Zing last week started a whirlwind tour of Madison Avenue, demonstrating to agencies and clients how they could use the device to send targeted messages to TV viewers and get immediate research results.
The challenge: Convincing skeptical executives that Zing is not only different from competitor Interactive Network, it's better.
But if the Interactive Network experience is any indication, Zing has an uphill battle ahead.
Zing plans to launch in a few markets by yearend, with a larger-scale rollout in 1995. Subscribers will be able to play along with sports, game shows and other TV programming using a small, handheld unit. Subscribers will be able to send signals back to a central location to participate in competitions and respond to ads.
That sounds a lot like Interactive Network, which since its 1991 launch has amassed only about 5,000 subscribers in northern California, Chicago and South Bend, Ind.
Zing claims several points of difference, the biggest being that its interactive programming is designed by participating TV networks and advertisers, rather than by Zing itself.
"We believe it's the people at the Arts & Entertainment Network and MTV that know their network best, that can program it best, as well as the advertisers that know their advertising best and can tie in the myriad retailer promotions, ongoing consumer promotions and brand image messages," said Scott Wills, Zing senior VP-marketing.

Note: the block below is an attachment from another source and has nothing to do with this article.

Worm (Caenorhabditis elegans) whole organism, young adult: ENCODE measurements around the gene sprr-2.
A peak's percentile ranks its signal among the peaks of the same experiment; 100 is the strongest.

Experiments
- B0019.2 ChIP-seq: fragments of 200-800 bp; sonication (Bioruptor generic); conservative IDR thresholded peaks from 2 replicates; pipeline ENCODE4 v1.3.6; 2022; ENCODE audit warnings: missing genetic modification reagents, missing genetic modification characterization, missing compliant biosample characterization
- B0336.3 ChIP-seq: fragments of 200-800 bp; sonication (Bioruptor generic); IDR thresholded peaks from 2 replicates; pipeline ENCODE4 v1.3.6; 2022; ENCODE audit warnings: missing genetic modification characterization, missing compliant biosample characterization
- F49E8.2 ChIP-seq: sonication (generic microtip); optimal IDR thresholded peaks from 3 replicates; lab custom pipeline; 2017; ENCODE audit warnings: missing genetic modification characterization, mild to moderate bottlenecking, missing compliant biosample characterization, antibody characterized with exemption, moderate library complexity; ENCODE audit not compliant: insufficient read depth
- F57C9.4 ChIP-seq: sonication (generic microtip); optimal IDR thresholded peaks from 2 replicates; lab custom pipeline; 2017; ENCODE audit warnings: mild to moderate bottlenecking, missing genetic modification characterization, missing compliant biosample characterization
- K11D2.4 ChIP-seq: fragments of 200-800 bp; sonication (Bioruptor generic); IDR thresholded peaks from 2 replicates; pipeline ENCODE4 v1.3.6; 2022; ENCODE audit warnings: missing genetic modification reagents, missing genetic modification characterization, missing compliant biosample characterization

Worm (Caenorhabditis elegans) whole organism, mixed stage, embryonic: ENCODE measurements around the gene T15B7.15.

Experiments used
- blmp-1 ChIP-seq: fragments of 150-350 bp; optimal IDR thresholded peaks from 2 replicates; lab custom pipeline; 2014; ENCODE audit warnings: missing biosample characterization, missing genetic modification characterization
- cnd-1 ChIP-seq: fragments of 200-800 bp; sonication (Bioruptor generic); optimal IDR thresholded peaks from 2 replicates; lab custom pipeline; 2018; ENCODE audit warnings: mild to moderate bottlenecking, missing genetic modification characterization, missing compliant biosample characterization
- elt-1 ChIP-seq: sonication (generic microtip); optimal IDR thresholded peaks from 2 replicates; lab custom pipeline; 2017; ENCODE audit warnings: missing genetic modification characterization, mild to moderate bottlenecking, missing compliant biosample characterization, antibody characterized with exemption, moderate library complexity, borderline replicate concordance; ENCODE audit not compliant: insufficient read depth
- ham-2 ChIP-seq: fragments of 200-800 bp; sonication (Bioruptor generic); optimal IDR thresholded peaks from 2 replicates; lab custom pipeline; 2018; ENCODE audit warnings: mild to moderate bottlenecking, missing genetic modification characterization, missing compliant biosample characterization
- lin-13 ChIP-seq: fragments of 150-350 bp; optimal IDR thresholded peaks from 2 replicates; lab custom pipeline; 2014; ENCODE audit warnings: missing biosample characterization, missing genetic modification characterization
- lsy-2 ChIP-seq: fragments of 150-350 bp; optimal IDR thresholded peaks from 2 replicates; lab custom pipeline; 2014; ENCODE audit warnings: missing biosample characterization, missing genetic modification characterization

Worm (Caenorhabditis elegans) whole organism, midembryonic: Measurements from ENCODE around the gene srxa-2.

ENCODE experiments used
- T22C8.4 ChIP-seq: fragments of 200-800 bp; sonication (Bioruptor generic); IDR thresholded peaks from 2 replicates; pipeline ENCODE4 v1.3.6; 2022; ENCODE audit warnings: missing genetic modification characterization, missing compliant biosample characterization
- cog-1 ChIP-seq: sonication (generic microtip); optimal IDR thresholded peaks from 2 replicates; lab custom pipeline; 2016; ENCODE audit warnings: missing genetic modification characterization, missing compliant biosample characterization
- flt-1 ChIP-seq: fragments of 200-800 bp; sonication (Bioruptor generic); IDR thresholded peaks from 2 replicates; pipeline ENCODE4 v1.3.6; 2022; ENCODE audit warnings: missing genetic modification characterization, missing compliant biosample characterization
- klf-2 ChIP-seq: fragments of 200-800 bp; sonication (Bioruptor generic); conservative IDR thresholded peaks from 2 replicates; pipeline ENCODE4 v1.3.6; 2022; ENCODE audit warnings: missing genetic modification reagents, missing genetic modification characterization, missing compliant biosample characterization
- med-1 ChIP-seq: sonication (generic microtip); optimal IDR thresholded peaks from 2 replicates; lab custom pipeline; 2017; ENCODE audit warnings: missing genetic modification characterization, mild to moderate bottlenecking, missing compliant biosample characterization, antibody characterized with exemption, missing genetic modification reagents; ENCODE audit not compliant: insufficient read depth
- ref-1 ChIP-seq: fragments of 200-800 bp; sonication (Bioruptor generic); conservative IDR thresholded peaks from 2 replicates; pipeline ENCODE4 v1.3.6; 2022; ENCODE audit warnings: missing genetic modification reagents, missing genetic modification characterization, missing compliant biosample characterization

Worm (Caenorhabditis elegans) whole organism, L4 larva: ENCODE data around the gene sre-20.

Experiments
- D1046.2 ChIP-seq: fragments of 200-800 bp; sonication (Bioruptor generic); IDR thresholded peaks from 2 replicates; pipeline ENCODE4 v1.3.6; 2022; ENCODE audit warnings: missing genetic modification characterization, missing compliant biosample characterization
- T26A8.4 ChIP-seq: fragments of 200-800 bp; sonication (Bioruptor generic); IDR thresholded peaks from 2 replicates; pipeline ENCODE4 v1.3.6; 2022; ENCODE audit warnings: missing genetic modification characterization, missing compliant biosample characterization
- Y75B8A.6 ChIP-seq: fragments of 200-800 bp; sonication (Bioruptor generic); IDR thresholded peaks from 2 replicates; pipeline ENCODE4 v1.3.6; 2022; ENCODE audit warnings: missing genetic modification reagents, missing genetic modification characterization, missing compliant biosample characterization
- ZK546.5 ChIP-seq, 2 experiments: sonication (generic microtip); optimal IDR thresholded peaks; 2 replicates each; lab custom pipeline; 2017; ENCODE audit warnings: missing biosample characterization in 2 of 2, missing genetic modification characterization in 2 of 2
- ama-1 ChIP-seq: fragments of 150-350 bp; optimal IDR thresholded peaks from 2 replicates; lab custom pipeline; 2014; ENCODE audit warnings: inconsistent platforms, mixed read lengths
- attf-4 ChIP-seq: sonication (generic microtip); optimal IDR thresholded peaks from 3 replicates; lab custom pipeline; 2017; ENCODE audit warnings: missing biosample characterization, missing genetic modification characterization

The system has already signed agreements with several cable networks and TV producers, including MTV, A&E and CNN, to add interactivity to their programming.
Zing plans to charge advertisers an initial fee of about $50,000 to test one brand on the system for up to a year. Advertisers will be able to add other brands at lower fees.
Leading the charge on Madison Avenue is Judy Tobey, who joined Zing late last month as director of advertiser licensee marketing. She was formerly director of sales for promotional services company Sunflower Group, Overland Park, Kan.
"What we like about it is the opportunity to be able to code up the existing cable networks with the software they do have," said Craig Gugel, senior VP-interactive media and research at Bates USA. "It's quite favorable."
Bates may consider using Zing for beverage and automotive clients, Mr. Gugel said. Its clients include Miller Brewing Co. and Hyundai Motor America.
Zing is also preparing to make its mark on the consumer front, hiring CKS Partners, Cupertino, Calif., as agency on its $10 million account last month. Ads are scheduled to break around the holiday season.
The basic Zing package, including a decoder and hand-held unit, will retail for $120 to $130, including a one-year subscription fee. Adding the ZingDialer to send back responses bumps the price to $170 to $180.